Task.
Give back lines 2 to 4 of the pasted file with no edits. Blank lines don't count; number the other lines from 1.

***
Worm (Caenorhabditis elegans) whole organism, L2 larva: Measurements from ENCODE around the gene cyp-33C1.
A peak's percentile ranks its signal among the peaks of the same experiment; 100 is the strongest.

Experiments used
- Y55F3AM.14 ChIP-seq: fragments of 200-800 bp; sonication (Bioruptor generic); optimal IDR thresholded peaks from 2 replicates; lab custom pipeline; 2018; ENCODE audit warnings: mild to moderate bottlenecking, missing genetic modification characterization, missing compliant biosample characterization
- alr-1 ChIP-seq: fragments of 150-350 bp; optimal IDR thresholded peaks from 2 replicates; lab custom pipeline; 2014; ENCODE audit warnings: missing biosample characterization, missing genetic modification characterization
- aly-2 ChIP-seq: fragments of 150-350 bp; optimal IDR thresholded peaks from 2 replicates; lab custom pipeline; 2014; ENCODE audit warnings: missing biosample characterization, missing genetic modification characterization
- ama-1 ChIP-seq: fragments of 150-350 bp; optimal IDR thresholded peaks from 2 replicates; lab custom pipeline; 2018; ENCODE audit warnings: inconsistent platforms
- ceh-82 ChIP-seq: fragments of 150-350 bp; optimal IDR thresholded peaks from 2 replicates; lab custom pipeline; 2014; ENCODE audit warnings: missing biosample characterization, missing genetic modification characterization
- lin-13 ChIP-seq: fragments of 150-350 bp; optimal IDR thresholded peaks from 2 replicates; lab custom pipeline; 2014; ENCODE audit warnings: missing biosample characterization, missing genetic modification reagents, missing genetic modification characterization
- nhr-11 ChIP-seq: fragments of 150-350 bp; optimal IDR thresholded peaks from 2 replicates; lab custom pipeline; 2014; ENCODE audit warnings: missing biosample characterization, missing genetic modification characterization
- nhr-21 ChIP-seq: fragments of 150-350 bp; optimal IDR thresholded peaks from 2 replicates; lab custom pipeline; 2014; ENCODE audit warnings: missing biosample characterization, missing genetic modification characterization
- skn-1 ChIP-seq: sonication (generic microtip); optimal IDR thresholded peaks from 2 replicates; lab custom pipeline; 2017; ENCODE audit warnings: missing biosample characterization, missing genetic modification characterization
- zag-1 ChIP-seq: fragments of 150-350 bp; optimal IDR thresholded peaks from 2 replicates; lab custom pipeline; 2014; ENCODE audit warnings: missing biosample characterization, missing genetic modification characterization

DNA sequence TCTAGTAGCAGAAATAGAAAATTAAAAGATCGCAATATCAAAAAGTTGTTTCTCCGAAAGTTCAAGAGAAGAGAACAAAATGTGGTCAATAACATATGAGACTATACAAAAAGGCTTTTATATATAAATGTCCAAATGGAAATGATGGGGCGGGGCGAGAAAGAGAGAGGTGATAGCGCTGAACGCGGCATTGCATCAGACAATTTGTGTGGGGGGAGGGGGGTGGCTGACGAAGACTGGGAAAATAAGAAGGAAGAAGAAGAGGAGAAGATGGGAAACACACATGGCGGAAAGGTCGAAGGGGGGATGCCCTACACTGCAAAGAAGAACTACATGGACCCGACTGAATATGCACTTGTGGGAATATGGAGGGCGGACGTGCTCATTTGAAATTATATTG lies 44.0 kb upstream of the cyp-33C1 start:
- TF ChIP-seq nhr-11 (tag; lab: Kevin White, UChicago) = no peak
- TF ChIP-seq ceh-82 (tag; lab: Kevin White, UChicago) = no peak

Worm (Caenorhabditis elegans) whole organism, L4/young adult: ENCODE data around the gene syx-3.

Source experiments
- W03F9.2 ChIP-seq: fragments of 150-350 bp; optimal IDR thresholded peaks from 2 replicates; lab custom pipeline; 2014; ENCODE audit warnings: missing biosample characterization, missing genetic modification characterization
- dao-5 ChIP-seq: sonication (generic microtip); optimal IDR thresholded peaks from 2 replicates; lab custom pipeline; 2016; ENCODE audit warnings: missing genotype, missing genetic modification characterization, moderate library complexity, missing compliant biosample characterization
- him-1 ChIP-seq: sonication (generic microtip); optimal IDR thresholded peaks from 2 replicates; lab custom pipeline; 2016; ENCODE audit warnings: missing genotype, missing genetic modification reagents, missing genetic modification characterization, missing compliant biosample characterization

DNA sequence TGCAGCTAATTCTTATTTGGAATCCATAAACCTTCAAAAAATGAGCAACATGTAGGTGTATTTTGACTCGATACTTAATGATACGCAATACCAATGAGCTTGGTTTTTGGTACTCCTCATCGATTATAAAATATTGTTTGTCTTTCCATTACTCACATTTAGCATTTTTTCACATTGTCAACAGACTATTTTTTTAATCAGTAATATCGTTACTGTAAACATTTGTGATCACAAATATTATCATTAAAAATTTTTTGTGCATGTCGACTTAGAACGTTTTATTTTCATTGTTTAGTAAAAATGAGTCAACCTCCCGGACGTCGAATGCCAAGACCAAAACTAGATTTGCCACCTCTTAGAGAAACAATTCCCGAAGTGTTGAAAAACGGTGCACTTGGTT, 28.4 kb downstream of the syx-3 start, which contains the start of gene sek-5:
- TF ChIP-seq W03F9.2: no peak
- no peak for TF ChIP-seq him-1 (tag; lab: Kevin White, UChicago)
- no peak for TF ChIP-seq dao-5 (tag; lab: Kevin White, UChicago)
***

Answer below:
A peak's percentile ranks its signal among the peaks of the same experiment; 100 is the strongest.

Experiments used
- Y55F3AM.14 ChIP-seq: fragments of 200-800 bp; sonication (Bioruptor generic); optimal IDR thresholded peaks from 2 replicates; lab custom pipeline; 2018; ENCODE audit warnings: mild to moderate bottlenecking, missing genetic modification characterization, missing compliant biosample characterization